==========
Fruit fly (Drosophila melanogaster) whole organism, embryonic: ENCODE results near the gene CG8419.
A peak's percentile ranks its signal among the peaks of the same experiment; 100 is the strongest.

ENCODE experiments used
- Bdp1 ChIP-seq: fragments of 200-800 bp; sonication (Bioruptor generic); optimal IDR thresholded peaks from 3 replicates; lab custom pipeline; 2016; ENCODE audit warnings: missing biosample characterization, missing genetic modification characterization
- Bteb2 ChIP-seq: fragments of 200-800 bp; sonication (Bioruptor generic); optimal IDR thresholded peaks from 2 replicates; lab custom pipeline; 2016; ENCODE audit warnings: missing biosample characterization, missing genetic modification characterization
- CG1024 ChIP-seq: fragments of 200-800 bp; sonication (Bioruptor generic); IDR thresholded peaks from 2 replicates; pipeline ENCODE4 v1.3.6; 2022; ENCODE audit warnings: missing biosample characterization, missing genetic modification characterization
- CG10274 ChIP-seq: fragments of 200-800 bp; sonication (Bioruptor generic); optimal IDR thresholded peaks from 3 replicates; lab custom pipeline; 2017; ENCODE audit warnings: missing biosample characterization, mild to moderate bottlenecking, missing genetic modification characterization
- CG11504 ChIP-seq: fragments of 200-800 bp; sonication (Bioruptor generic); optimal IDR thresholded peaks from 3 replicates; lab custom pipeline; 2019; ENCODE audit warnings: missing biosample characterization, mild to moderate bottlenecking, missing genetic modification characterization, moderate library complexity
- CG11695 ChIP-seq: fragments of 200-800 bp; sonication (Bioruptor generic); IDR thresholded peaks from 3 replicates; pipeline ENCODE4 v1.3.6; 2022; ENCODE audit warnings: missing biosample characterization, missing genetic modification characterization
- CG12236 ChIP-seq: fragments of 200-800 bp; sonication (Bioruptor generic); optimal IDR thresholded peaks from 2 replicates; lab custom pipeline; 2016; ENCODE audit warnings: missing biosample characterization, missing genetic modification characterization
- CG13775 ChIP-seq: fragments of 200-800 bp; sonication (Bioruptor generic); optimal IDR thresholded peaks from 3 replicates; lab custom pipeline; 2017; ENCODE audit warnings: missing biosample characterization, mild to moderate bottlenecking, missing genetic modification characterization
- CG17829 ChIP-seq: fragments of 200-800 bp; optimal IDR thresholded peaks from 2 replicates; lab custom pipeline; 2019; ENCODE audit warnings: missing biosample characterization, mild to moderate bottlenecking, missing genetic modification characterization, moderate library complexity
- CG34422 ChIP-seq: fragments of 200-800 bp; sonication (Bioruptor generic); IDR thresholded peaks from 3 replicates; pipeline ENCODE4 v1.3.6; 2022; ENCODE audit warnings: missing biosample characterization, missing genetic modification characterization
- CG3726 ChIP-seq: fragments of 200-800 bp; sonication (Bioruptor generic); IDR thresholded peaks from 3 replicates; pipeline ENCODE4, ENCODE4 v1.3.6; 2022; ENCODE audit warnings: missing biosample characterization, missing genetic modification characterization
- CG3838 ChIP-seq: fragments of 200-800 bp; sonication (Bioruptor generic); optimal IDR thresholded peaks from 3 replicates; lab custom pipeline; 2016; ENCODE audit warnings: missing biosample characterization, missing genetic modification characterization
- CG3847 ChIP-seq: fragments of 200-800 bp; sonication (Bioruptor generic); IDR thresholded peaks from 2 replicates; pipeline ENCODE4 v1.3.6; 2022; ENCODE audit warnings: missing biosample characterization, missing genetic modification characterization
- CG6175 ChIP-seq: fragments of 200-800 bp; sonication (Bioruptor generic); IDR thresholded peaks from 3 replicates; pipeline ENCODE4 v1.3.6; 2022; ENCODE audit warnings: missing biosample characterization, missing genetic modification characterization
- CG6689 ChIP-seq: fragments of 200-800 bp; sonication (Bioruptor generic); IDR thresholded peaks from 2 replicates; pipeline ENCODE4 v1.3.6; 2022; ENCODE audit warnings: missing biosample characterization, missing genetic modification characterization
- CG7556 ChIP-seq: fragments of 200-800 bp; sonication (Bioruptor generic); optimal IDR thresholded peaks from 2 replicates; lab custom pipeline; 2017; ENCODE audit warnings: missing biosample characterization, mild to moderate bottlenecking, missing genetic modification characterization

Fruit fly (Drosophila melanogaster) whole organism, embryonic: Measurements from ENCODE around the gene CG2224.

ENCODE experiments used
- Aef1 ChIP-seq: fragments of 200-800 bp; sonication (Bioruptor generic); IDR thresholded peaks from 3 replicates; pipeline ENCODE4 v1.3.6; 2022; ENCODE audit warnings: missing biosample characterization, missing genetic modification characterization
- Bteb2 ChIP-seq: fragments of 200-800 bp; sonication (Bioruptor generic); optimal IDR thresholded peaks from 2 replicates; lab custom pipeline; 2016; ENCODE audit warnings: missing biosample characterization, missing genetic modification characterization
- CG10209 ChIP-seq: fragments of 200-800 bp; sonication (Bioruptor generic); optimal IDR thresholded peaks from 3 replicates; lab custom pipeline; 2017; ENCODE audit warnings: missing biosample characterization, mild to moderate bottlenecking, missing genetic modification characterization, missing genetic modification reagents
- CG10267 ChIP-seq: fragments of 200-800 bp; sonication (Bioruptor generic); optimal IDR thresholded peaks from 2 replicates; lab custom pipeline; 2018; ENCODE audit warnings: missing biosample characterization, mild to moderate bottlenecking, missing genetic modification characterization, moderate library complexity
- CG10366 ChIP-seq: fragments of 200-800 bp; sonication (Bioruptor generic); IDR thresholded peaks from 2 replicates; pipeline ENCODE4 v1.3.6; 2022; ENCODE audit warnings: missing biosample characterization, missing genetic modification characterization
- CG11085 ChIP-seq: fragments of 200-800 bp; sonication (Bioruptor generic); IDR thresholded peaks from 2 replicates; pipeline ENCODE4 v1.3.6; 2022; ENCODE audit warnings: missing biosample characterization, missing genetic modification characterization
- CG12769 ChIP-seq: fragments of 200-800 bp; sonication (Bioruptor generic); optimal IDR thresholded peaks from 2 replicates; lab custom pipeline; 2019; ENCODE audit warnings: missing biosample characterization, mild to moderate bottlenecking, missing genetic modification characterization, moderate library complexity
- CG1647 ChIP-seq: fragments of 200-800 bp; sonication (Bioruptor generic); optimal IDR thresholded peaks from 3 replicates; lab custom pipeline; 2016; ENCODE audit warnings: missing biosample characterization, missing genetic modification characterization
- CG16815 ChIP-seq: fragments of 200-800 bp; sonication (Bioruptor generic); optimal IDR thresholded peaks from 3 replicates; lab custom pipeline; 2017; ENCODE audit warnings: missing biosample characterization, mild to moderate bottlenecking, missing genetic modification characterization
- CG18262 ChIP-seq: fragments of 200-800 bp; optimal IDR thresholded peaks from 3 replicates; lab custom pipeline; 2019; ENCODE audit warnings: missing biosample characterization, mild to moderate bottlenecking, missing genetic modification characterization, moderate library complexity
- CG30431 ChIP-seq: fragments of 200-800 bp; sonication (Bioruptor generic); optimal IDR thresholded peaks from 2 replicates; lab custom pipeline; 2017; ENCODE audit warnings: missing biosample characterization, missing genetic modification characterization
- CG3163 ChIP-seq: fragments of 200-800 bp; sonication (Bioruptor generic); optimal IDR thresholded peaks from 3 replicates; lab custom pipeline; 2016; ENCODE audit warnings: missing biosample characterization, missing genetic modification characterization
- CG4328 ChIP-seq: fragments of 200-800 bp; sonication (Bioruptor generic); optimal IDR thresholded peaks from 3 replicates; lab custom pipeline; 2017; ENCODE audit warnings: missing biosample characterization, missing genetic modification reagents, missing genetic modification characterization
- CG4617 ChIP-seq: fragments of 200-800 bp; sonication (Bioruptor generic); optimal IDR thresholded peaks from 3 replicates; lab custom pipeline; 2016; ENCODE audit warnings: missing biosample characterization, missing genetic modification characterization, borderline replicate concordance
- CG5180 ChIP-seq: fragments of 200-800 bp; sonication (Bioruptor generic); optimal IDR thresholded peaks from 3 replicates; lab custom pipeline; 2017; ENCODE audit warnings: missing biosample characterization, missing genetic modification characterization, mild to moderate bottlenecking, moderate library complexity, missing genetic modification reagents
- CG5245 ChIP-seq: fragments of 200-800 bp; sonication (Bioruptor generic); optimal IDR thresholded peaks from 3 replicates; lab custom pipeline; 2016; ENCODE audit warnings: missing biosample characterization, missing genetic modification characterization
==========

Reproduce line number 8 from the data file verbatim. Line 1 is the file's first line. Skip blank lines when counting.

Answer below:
- CG11504 ChIP-seq: fragments of 200-800 bp; sonication (Bioruptor generic); optimal IDR thresholded peaks from 3 replicates; lab custom pipeline; 2019; ENCODE audit warnings: missing biosample characterization, mild to moderate bottlenecking, missing genetic modification characterization, moderate library complexity